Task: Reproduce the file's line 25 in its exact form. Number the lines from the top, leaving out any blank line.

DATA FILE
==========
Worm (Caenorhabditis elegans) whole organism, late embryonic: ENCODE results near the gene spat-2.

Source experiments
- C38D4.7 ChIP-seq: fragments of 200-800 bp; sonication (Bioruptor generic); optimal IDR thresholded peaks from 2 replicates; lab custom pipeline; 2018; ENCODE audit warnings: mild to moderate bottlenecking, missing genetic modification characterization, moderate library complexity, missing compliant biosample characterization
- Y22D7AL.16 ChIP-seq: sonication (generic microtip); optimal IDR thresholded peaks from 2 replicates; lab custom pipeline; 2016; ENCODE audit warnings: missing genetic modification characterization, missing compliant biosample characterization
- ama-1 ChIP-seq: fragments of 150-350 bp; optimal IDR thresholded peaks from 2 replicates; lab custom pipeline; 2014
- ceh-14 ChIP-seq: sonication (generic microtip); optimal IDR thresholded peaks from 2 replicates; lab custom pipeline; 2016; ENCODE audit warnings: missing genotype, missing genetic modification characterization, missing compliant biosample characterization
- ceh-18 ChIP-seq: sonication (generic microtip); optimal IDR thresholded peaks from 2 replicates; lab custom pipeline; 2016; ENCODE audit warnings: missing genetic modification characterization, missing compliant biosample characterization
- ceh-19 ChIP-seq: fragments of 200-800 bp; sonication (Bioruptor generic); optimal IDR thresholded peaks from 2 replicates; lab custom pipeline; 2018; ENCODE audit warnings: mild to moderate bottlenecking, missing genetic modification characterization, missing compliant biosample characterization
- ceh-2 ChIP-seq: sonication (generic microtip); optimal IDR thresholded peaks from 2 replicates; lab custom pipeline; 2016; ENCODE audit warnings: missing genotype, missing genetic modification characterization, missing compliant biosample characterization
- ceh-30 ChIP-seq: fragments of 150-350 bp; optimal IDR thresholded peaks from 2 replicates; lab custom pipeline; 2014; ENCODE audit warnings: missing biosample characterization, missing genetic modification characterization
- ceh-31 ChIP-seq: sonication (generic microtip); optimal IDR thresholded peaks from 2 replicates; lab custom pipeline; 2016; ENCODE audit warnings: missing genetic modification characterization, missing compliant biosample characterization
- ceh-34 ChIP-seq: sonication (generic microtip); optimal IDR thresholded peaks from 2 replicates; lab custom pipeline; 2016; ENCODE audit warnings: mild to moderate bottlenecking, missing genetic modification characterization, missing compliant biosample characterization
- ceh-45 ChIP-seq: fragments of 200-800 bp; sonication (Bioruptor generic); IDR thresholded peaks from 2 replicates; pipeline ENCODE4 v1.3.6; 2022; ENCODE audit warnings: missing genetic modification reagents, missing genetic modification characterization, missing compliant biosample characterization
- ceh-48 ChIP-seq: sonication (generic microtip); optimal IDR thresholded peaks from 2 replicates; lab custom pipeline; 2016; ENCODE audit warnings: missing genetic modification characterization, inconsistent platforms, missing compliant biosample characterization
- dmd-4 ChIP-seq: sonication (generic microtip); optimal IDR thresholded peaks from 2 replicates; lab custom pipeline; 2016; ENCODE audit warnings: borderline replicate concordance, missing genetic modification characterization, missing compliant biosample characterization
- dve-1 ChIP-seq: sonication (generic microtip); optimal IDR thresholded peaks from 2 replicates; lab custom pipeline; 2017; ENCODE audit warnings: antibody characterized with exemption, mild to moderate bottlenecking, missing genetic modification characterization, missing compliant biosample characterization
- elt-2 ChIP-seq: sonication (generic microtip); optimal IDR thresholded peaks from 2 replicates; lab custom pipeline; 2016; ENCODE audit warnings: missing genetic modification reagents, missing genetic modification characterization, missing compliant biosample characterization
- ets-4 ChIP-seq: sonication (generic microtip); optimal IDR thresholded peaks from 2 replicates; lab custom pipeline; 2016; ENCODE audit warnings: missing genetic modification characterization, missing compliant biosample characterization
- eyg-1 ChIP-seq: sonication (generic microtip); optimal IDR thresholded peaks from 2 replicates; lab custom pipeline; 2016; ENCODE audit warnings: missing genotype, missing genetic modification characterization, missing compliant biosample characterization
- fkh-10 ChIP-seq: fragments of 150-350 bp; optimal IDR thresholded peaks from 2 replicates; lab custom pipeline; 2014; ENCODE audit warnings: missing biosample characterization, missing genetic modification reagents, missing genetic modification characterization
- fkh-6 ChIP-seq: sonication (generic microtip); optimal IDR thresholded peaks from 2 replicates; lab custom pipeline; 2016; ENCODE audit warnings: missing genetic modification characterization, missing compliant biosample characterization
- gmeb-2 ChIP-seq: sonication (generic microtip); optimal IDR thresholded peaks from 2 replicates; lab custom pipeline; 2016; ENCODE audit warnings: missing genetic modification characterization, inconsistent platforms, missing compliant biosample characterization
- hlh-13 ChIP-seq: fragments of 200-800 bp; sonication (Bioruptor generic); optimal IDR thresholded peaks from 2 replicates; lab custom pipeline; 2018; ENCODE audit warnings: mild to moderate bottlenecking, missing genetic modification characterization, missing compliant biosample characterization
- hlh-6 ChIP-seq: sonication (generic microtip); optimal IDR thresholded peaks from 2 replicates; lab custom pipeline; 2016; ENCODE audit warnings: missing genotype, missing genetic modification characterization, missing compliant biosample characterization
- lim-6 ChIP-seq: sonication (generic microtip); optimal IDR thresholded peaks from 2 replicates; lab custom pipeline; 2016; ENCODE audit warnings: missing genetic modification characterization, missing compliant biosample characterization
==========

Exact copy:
- lim-6 ChIP-seq: sonication (generic microtip); optimal IDR thresholded peaks from 2 replicates; lab custom pipeline; 2016; ENCODE audit warnings: missing genetic modification characterization, missing compliant biosample characterization